Only a few days before Christmas I received an email, the reading of which inspired me to let out a spontaneous scream of delight that alerted even my busy remote-working family. The environmental permit practices of northeastern Estonia were changing! This decision will reduce the discharges that pollute the Gulf of Finland in a very tangible manner – hence my scream of delight.
Whereas today heavy industries in Estonia are allowed to take their wastewaters to city treatment plants without any limit values set in environmental permits, in the future the wastewater that enters a treatment plant will be subject to strict limit values. Andra, our colleague in charge of the Lake Kohtla treatment plant, located in the middle of the industrial area in northeastern Estonia, also let us know that the treatment plant management will in the future be involved in the process of granting these brand-new environmental permits, featuring limit values for wastewater discharges. What is more, the Ministry of the Environment of Estonia has hired an expert with the task of renewing the environmental requirements for the oil shale industry, and Andra and her team will join this work as well.
This Christmas gift to the Gulf of Finland has required unrelenting, gutsy, and should I say terrier-like effort. It was two years ago, working for our EU project, when the horrendous situation of industrial discharges in eastern Estonia were brought to our attention. The objective of the BEST project (Better Efficiency for Industrial Sewage Treatment) was to improve the treatment of industrial wastewaters that are taken to municipal treatment plants. The Foundation initiated the project in frustration, as it appeared that the ten years of major effort we had put into curbing discharges at municipal wastewater treatment plants all around the catchment area – e.g. in Russia, the Baltic countries, and Poland – would be worth nothing, as all over the place industrial discharges here and spurts of slime there were messing up the extremely fine-tuned processes in the treatment plants. It was an issue we had to tackle, and so we did, launching a project in cooperation with the City of Helsinki and many other organisations to remedy the situation.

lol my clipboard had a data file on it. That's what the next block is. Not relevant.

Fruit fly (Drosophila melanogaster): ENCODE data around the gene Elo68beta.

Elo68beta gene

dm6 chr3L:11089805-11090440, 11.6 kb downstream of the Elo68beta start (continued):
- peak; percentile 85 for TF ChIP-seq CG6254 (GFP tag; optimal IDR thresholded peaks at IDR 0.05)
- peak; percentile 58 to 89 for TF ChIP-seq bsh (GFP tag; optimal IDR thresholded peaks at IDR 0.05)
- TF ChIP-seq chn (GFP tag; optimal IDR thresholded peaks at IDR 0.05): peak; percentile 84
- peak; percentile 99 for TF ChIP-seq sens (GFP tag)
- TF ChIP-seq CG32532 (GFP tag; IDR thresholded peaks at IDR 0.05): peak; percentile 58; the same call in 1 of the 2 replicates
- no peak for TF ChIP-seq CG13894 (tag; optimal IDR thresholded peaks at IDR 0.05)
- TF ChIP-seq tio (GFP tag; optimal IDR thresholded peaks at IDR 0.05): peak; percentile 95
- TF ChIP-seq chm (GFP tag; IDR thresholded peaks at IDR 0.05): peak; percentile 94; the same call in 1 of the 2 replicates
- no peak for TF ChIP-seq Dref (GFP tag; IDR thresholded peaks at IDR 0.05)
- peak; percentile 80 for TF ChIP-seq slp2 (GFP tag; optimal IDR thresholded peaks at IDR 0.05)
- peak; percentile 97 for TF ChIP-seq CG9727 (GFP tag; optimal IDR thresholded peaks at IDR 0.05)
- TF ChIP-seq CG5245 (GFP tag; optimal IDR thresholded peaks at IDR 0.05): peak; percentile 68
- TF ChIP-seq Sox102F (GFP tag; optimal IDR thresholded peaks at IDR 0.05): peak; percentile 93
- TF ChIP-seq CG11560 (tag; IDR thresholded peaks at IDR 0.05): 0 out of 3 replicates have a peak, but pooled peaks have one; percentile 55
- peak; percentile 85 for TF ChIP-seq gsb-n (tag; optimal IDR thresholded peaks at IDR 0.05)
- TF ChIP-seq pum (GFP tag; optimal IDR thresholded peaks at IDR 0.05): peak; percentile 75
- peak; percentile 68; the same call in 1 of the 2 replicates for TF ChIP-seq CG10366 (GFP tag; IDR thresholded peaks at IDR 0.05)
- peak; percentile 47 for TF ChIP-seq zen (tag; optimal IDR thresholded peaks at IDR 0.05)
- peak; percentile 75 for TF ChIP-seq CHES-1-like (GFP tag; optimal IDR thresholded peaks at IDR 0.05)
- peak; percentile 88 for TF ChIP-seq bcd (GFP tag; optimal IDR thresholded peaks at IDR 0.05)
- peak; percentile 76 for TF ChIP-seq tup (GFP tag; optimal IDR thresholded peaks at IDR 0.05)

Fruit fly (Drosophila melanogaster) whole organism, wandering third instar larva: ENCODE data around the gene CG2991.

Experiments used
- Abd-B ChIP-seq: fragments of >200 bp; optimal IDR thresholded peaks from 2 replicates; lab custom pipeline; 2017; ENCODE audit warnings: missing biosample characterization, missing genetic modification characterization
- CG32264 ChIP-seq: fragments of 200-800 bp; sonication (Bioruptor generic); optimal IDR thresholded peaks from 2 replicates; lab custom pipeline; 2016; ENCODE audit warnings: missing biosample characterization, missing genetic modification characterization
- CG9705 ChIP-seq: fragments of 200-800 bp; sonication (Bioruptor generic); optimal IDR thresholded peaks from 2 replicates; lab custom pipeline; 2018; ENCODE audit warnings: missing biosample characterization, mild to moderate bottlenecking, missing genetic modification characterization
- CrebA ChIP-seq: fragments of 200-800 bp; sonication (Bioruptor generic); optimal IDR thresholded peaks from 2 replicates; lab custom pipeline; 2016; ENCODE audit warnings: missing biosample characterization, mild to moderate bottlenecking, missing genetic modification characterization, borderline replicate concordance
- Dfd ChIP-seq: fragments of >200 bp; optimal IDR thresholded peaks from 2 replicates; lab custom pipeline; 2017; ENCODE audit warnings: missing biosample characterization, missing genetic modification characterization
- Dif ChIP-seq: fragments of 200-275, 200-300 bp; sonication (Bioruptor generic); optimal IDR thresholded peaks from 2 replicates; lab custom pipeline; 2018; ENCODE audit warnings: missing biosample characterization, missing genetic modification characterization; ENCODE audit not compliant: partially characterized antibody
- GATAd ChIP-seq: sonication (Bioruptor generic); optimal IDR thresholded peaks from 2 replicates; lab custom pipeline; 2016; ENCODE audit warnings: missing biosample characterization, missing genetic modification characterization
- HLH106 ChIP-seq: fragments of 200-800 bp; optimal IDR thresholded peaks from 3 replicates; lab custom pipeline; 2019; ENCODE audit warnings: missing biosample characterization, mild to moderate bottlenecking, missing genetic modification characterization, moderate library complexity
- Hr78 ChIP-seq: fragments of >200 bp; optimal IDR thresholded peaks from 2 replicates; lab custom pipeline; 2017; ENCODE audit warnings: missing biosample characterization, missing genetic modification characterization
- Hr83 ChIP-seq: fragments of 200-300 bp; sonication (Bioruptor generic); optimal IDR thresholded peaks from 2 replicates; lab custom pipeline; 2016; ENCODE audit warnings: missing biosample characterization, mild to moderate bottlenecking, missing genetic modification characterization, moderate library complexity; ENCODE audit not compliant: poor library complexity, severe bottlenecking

In November 2018, we held a BEST project meeting in Toila, northeastern Estonia. Toila’s location by the coast of the Baltic Sea is idyllic, but, going inland, this idyll becomes something altogether different. Ever since the Soviet era, heavy, polluting industries have been located in northeastern Estonia, where oil shale, or rock containing kerogen, can be found. When the oil shale is burned, enormous amounts of ash are created, and huge black mountains of ash are in fact typical to the landscape in northeastern Estonia. When we toured the area in connection with our project meeting, we saw not only ash mountains but many plants of heavy and chemical industries – and the place where they dispose of their wastewaters, i.e. the municipal treatment plant of Lake Kohtla.